Later I started with refinements of the previous graphs that SequenceServer provided. Now that we have four different visualizations and many of them use a lot of common code we decided to make the code modular, in order to make the code look better and to make adding new visualizations in the future, an much easier task and also to make changes in current ones easily. In Query against Hit the polygons were numbered alphabetical in order make it easier for user to understand which polygon corresponds to which alignment details provided below the graph.

Query against Hit

For Alignment Overview I refactored the code to use ES6 modules, which is used by all the other visualizations too. I reduced the height of each graph so that at one user can view what options are being provided and then ahead accordingly. User can download the graphs in SVG or PNG formats.

alignment-overview alignment-overview-hover

My initial proposal was to add four new visualizations, but after detailed discussion with my mentors we decided that with the level of detailing required by one visualization we should limit ourselves to two.

Here is my list of commits

August 23, 2016


Google Summer of Code 2016

Congratulations to our 2016 Google Summer of Code students! We are pround & excited to host them:

April 25, 2016


Sequenceserver manuscript

Happy to announce that we now have a manuscript describing the rationale and current features of SequenceServer - our easy to setup BLAST frontend. Importantly, the manuscript also provides extensive detail about the sustainable software development and user-centric design approaches we used to build this software. The full bioRxiv reference is:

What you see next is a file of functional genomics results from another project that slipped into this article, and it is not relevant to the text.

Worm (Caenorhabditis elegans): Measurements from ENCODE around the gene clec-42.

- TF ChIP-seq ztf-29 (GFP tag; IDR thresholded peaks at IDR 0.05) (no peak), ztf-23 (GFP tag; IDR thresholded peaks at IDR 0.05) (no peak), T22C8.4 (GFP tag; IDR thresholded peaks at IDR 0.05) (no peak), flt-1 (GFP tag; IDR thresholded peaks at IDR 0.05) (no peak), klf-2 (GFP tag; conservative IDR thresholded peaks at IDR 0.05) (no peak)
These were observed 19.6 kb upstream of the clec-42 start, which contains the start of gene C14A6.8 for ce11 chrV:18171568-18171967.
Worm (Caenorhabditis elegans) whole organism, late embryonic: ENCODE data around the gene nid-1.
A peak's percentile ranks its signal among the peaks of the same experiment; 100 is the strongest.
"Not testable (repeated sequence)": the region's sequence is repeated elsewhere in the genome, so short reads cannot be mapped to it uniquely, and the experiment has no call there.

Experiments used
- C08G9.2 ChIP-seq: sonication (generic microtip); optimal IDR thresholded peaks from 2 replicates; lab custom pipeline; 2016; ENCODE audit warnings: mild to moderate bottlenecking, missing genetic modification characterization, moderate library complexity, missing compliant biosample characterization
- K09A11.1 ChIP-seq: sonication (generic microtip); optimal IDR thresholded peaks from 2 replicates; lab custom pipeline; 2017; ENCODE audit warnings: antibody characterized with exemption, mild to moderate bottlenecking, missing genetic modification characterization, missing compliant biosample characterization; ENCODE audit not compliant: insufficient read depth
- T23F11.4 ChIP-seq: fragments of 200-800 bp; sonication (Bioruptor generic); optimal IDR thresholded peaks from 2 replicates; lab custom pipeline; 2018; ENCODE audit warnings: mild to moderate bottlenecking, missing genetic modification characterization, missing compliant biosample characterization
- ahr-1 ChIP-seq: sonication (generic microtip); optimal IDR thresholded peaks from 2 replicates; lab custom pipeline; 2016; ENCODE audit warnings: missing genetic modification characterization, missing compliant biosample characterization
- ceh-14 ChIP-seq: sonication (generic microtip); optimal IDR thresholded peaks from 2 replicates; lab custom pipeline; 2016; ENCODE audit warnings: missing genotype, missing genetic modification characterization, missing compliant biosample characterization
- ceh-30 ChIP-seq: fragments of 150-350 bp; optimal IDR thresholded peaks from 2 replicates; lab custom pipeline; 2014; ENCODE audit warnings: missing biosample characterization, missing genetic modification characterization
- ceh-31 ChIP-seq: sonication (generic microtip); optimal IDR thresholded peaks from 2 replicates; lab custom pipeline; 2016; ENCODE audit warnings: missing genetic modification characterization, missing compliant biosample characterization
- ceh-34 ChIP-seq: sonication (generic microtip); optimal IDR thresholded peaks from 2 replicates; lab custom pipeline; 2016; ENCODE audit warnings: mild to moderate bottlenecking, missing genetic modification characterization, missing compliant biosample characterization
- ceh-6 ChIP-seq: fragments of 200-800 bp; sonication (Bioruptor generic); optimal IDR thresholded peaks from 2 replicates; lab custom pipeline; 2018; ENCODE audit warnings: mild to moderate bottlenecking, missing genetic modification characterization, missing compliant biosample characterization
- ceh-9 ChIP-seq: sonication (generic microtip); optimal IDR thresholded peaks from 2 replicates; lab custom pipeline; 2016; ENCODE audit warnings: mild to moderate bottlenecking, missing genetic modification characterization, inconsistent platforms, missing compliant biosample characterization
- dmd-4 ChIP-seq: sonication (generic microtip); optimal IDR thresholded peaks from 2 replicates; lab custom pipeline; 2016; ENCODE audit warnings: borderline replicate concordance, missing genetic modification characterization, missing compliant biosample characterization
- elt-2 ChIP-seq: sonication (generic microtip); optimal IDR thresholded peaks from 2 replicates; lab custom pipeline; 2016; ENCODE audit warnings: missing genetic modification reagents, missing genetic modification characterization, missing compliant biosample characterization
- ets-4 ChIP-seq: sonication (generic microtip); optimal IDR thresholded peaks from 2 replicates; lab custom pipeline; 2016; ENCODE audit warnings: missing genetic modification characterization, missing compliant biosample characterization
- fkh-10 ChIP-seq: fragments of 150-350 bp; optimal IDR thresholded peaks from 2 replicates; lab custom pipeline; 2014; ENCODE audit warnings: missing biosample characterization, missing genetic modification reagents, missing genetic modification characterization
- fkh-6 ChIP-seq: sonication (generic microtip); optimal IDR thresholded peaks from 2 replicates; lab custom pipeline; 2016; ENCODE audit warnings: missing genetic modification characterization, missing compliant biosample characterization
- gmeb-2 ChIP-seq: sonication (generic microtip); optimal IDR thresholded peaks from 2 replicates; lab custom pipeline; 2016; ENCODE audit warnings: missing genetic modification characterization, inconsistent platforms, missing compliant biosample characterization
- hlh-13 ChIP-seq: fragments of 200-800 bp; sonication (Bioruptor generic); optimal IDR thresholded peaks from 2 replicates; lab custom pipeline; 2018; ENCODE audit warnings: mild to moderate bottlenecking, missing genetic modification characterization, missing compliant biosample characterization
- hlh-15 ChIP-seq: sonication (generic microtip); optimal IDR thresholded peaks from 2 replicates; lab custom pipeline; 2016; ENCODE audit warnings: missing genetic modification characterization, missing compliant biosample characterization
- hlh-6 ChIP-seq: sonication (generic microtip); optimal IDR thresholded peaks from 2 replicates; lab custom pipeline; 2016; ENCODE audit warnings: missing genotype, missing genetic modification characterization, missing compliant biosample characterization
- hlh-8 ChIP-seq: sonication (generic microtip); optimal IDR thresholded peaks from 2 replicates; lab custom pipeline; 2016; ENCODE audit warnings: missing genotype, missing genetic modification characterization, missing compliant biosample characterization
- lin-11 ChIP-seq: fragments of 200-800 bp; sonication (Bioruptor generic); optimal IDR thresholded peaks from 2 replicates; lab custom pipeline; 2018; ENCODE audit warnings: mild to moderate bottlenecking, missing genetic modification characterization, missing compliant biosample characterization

Sequenceserver: a modern graphical user interface for custom BLAST databases 2015. Priyam, Woodcroft, Rai, Munagala, Moghul, Ter, Gibbins, Moon, Leonard, Rumpf and Wurm. bioRxiv doi: 10.1101/033142 [PDF].

Be sure to check out the interactive figure giving a guided tour of Sequenceserver’s BLAST results.

Finally, I’ll note that Sequenceserver arose from our own needs; these are clearly shared by many as Sequenceserver has already been cited in ≥20 publications and has been downloaded ≥30,000 times! Thanks to all community members who have made this tool successful.

February 1, 2016


Avoid having to retract your genomics analysis.

Please cite the Winnower version of this article

2016 Edit: slides are from a 15 minute talk representative of this blog at Popgroup december 2015 in Edinburgh:

Biology is a data-science

The dramatic plunge in DNA sequencing costs means that a single MSc or PhD student can now generate data that would have cost $15,000,000 only ten years ago. We are thus leaping from lab-notebook-scale science to research that requires extensive programming, statistics and high performance computing.

This is exciting & empowering – in particular for small teams working on emerging model organisms that lacked genomic resources. But with great powers come great responsibilities… and risks of doing things wrong. These risks are far greater for genome biologists than, say physicists or astronomers who have strong traditions of working with large datasets. In particular:

  • biologist researchers generally learn data handling skills ad hoc with little knowledge of best practices;
  • PIs – having never themselves handled huge datasets – have difficulties critically evaluating the data and approaches;
  • new data are often messy with no standard analysis approach; even so-called “standard” analysis methodologies generally remain young or approximative;